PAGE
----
I’ve been thinking about this comic a bit this week, so call it good serendipity that you posted this. I think comics like this and the surrounding reaction to it are a good showcase of Moore’s weakness as a writer and as a public figure. Moore overall is a talented wordscribe, but I find that he lets his interest in a subject get in the way of just telling the story. This volume of League is a good example, where he tries to rehabilitate the image of a character readers who weren’t already incredibly on the know wouldn’t even acknowledge or find interesting. As you noted, Moore reacted poorly to the criticism he received at the time, but it can be hard to really allow for a nuanced discussion about shortcomings like that as people treat him like a devil or angel just because he said he dislikes superhero movies and he wore a communist t shirt that one time. As a result, critical discussions of his work, and Moore’s reaction to them as a writer/person, tend to be lost in the discussion.

    Anyhow, sorry for the length comment, this has just been brewing in my head of late and your post just provided the perfect opportunity to get it out.

    1. I was struck by the end of the final LGX volume where he and O’Neill sneer at their critics (“They thought we were just going to do more stories about the ‘Bloomesbury Justice League.”) but don’t even acknowledge criticisms such as the overuse of rape in the series.

    2. Greg Burgas

      That’s a good point about Moore. See: Promethea, which starts out as a cool superhero book with some nifty weird elements and turns into, what, 15 issues about the Kabbalah? I mean, sheesh.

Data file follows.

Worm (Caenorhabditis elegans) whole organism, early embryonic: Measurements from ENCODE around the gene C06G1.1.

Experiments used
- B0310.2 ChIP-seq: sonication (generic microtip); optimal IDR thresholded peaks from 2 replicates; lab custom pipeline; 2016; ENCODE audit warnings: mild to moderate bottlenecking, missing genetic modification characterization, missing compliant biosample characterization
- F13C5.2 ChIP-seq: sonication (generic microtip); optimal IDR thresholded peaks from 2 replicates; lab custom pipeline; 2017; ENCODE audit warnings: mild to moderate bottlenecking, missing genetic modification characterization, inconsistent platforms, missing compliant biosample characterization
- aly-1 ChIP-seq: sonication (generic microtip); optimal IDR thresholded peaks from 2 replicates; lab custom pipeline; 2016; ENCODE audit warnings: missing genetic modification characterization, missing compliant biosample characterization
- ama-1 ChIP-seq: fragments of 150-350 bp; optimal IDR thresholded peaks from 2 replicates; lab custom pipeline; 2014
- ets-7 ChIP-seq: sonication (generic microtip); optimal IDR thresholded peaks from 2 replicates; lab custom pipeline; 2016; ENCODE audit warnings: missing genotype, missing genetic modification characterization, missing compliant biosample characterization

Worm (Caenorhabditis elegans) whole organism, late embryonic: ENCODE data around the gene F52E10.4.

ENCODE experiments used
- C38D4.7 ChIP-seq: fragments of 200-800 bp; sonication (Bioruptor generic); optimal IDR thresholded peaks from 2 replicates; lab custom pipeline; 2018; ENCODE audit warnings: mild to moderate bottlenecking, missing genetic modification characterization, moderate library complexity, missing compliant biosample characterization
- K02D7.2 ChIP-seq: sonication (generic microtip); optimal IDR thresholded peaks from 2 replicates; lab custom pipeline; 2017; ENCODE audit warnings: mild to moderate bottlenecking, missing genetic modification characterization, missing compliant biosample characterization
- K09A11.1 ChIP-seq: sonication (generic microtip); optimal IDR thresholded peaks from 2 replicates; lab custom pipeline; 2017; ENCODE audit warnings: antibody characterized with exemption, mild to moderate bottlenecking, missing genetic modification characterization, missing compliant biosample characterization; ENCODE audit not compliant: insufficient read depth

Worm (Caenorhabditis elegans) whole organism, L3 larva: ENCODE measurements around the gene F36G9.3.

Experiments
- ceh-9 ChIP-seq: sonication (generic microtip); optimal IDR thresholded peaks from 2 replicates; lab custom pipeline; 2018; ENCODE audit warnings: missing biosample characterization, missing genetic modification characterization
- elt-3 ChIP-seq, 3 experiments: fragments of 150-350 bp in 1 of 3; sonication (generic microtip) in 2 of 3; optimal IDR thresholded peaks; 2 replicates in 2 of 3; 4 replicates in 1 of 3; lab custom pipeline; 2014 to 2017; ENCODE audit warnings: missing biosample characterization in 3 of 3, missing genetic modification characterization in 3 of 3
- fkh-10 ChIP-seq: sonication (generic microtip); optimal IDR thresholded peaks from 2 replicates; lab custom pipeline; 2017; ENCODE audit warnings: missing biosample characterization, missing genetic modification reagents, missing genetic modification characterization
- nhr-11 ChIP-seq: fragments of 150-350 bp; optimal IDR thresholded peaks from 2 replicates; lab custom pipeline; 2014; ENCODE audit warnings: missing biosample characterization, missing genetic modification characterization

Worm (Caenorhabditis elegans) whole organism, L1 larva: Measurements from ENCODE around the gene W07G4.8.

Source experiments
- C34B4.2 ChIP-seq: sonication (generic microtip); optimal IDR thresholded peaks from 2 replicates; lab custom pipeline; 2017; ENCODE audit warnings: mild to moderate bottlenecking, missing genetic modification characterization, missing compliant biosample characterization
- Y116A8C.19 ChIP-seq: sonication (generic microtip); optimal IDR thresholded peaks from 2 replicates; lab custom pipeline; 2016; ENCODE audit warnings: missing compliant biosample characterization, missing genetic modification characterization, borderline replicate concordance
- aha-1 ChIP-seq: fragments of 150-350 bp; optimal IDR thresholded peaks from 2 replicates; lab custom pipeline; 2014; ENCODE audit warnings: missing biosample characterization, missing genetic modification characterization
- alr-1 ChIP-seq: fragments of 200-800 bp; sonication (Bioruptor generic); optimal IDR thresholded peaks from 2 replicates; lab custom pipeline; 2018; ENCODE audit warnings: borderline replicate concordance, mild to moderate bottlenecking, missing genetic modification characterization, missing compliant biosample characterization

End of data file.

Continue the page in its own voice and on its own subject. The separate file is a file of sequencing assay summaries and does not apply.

1. Adrien

          Yeah, that’s kind of where I think Moore could have switched gears a bit and tried for academia. Don’t get me wrong, it’s great when authors share their interests. Broadly speaking, American comic authors tend to explore pop culture whereas manga tends to be more varied where you can make a long running series about competitive wine tasting of all things, but it’s all good so long as the story still holds. There’s just a difference to say, Kieron Gillen contextualizing his stories in things that aren’t my passion (pop music, tabletop gaming) and still making it moving, and Moore talking at me about his interests.

  2. If only the Golly was a forgotten 19th century character… Ultra-famous British children’s book author Enid Blyton used a Golly in her work up till 1963, and subsequently the character remained in print until relatively recently.
    Then it became somewhat of a ‘culture war fodder’ about a decade or so ago here, with the usual suspects claiming that it’s just a harmless children’s book character.
    I’ve certainly seen Gollys for sale here in Northern Ireland up till 15 years ago, along with Al Jolson CDs with blackface cover.
    Alan Moore may be annoyed that he’s not infallible, but as a writer you really need to make sure that when you want to reclaim a character, that the character is yours to reclaim, and that your irony or parody is sufficiently distinguishable from the original. He failed on both counts.

    1. Adrien

      Geez, didn’t know the figure was that prevalent. That explains why Moore felt inclined to fix the image some, but I agree with you that he isn’t the best person to reclaim it, or even decide if it should be reclaimed.

  3. John King

    Robertson’s continued using gollywogs on their labels (which could be sent in for gollywog badges) until 2001 when they were replace with Roald Dahl characters.
    Now, they have Paddington Bear on their labels (due to his association with marmalade)

  4. JHL

    Yeah there were several countries where the gollywog retained cultural prominence until quite recently.

    LXG sounded like a fun concept (I’d been a fan of Farmer’s Wold Newton conceit) but it always felt to me like Moore thought that if the story wasn’t racist and sexist then it wouldn’t be authentic and that that trumped it not being awful.